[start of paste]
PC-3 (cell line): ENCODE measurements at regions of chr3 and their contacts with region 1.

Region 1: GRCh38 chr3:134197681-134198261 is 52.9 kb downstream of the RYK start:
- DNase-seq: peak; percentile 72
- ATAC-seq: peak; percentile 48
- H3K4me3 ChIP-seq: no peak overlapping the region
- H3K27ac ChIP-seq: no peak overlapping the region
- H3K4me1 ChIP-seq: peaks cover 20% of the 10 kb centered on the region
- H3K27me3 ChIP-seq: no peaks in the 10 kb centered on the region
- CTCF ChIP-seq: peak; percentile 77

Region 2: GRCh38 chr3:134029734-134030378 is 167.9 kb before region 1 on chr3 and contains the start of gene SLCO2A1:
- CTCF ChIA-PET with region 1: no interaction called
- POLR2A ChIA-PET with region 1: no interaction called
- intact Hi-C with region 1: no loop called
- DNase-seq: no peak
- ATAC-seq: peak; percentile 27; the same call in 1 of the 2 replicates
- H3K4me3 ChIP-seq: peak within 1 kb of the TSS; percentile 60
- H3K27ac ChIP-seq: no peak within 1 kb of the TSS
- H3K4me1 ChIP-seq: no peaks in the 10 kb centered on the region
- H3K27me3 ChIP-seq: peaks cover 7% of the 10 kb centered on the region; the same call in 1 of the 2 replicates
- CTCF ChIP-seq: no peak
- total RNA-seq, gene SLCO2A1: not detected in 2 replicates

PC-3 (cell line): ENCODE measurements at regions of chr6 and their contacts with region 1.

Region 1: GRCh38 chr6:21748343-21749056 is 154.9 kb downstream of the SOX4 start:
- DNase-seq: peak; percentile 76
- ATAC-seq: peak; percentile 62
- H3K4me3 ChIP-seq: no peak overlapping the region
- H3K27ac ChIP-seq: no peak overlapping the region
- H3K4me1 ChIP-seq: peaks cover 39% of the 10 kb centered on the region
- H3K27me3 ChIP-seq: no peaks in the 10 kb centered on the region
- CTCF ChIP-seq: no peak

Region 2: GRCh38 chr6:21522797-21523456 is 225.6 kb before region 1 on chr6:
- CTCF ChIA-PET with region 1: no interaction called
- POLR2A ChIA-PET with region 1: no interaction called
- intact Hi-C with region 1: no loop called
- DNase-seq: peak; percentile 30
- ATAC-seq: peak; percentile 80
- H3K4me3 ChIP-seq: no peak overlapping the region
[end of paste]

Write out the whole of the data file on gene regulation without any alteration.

PC-3 (cell line): ENCODE measurements at regions of chr3 and their contacts with region 1.

Region 1: GRCh38 chr3:134197681-134198261 is 52.9 kb downstream of the RYK start:
- DNase-seq: peak; percentile 72
- ATAC-seq: peak; percentile 48
- H3K4me3 ChIP-seq: no peak overlapping the region
- H3K27ac ChIP-seq: no peak overlapping the region
- H3K4me1 ChIP-seq: peaks cover 20% of the 10 kb centered on the region
- H3K27me3 ChIP-seq: no peaks in the 10 kb centered on the region
- CTCF ChIP-seq: peak; percentile 77

Region 2: GRCh38 chr3:134029734-134030378 is 167.9 kb before region 1 on chr3 and contains the start of gene SLCO2A1:
- CTCF ChIA-PET with region 1: no interaction called
- POLR2A ChIA-PET with region 1: no interaction called
- intact Hi-C with region 1: no loop called
- DNase-seq: no peak
- ATAC-seq: peak; percentile 27; the same call in 1 of the 2 replicates
- H3K4me3 ChIP-seq: peak within 1 kb of the TSS; percentile 60
- H3K27ac ChIP-seq: no peak within 1 kb of the TSS
- H3K4me1 ChIP-seq: no peaks in the 10 kb centered on the region
- H3K27me3 ChIP-seq: peaks cover 7% of the 10 kb centered on the region; the same call in 1 of the 2 replicates
- CTCF ChIP-seq: no peak
- total RNA-seq, gene SLCO2A1: not detected in 2 replicates

PC-3 (cell line): ENCODE measurements at regions of chr6 and their contacts with region 1.

Region 1: GRCh38 chr6:21748343-21749056 is 154.9 kb downstream of the SOX4 start:
- DNase-seq: peak; percentile 76
- ATAC-seq: peak; percentile 62
- H3K4me3 ChIP-seq: no peak overlapping the region
- H3K27ac ChIP-seq: no peak overlapping the region
- H3K4me1 ChIP-seq: peaks cover 39% of the 10 kb centered on the region
- H3K27me3 ChIP-seq: no peaks in the 10 kb centered on the region
- CTCF ChIP-seq: no peak

Region 2: GRCh38 chr6:21522797-21523456 is 225.6 kb before region 1 on chr6:
- CTCF ChIA-PET with region 1: no interaction called
- POLR2A ChIA-PET with region 1: no interaction called
- intact Hi-C with region 1: no loop called
- DNase-seq: peak; percentile 30
- ATAC-seq: peak; percentile 80
- H3K4me3 ChIP-seq: no peak overlapping the region